Founded in 1861 and now one of the nation’s premier technological institutions, MIT is the No. 10 college on FORBES' rankings list this year. MIT’s academic community includes 80 Nobel laureates, 56 National Medal of Science winners, 43 MacArthur Fellows, and 28 National Medal of Technology and Innovation winners. Located in Cambridge, MA, MIT is part of a vibrant intellectual community that includes cross-registration partners Harvard University and Wellesley College. Home to the acclaimed MIT Media Lab, the school excels in the art, science, and business of innovation. According to the National Science Foundation, MIT ranks first in industry-financed research and development expenditures among all universities and colleges without a medical school. About 56% of freshmen receive grants from the school averaging about $36,000. Though best known for its excellence in STEM fields, the university also has noteworthy fiction and poetry programs. The school is often referenced in popular media such as “Good Will Hunting” and “The Big Bang Theory.” Notable alumni include the billionaire Koch brothers, American economist Lawrence Summers, and Khan Academy founder Salman Khan.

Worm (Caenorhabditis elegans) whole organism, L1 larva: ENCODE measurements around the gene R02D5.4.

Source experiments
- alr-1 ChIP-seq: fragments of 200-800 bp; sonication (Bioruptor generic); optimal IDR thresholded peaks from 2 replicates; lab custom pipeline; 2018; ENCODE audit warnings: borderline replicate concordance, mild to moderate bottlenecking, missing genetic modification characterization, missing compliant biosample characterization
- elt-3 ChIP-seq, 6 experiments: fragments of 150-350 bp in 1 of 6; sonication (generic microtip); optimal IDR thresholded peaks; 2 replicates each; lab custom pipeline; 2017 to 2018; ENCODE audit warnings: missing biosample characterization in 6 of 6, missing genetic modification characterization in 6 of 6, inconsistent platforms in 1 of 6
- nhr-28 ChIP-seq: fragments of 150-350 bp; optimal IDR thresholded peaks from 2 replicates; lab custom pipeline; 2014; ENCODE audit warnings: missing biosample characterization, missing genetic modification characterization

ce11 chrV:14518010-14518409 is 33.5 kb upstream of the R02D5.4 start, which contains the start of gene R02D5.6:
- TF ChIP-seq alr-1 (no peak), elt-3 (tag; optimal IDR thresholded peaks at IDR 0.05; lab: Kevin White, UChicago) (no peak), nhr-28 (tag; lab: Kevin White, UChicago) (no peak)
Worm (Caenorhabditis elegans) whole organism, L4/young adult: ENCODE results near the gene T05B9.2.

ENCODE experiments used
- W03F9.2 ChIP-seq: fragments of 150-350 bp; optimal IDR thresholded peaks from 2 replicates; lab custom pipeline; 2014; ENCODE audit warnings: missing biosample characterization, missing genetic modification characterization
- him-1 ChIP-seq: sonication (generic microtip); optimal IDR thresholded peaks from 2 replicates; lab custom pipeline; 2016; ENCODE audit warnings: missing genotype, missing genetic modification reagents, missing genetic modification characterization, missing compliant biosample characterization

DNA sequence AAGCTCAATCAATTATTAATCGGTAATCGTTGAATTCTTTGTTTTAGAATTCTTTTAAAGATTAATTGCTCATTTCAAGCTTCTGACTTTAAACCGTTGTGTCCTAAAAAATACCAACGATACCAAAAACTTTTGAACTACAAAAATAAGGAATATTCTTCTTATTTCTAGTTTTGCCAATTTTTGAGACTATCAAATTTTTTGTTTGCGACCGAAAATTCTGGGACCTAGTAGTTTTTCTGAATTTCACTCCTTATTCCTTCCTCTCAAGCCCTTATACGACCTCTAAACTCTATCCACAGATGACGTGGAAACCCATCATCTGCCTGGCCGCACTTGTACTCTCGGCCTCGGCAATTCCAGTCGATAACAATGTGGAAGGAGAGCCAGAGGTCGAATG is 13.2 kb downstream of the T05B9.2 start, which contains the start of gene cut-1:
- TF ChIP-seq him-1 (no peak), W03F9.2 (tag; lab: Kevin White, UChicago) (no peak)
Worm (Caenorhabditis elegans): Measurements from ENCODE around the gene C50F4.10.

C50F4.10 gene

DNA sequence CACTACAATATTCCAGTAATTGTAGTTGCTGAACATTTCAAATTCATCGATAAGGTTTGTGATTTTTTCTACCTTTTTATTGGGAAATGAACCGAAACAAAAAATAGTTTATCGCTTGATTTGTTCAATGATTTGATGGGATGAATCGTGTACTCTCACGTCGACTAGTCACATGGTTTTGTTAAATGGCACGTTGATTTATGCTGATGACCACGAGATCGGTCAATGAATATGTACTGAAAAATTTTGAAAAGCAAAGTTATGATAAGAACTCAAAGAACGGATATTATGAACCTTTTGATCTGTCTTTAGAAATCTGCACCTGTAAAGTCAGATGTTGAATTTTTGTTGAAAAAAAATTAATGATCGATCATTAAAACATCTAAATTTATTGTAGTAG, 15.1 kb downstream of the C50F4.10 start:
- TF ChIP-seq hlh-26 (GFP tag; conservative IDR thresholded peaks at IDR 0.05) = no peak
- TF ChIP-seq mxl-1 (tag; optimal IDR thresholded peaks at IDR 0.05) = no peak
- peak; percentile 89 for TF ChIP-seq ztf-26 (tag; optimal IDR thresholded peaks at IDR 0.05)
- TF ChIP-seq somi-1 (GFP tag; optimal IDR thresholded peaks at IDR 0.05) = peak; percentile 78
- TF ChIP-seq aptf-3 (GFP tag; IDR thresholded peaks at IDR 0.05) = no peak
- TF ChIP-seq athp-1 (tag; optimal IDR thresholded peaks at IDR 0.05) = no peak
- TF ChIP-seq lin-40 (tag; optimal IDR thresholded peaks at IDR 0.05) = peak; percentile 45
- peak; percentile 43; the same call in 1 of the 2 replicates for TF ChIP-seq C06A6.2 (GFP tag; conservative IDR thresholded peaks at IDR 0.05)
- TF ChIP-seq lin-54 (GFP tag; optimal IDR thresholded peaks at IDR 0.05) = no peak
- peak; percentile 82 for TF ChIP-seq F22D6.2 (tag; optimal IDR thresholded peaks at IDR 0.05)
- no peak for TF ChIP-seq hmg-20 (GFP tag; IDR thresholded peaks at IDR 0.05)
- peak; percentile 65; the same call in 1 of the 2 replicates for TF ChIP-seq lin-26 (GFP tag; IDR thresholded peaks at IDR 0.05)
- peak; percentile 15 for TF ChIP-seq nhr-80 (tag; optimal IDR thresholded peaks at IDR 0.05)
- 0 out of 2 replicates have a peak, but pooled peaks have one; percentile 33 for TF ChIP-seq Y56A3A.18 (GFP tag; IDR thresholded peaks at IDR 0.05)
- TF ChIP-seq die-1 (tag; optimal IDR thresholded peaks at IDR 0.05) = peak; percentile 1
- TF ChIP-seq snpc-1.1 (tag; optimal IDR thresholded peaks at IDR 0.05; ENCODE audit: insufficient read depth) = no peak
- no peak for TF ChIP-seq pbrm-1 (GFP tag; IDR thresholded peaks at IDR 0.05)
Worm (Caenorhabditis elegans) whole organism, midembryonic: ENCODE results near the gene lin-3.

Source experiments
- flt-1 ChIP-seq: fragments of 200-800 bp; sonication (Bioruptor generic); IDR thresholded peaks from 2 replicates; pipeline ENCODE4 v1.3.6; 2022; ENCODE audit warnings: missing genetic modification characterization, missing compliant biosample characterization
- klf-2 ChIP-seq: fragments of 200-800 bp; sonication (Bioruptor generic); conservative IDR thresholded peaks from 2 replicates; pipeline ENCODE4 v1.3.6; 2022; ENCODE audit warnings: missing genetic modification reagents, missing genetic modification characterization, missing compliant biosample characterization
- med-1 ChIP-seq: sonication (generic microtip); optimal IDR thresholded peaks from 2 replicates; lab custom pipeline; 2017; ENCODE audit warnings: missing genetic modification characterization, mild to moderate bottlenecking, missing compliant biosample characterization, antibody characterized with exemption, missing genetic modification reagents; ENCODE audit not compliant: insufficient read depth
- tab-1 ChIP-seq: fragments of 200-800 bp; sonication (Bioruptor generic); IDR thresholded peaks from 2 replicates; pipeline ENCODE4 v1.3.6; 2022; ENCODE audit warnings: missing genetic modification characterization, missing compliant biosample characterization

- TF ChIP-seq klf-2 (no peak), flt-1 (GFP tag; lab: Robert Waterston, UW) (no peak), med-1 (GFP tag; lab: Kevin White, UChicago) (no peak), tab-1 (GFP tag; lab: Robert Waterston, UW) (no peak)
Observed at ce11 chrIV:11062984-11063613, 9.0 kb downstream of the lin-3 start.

(Photo by Songquan Deng, Getty)

#9. Amherst College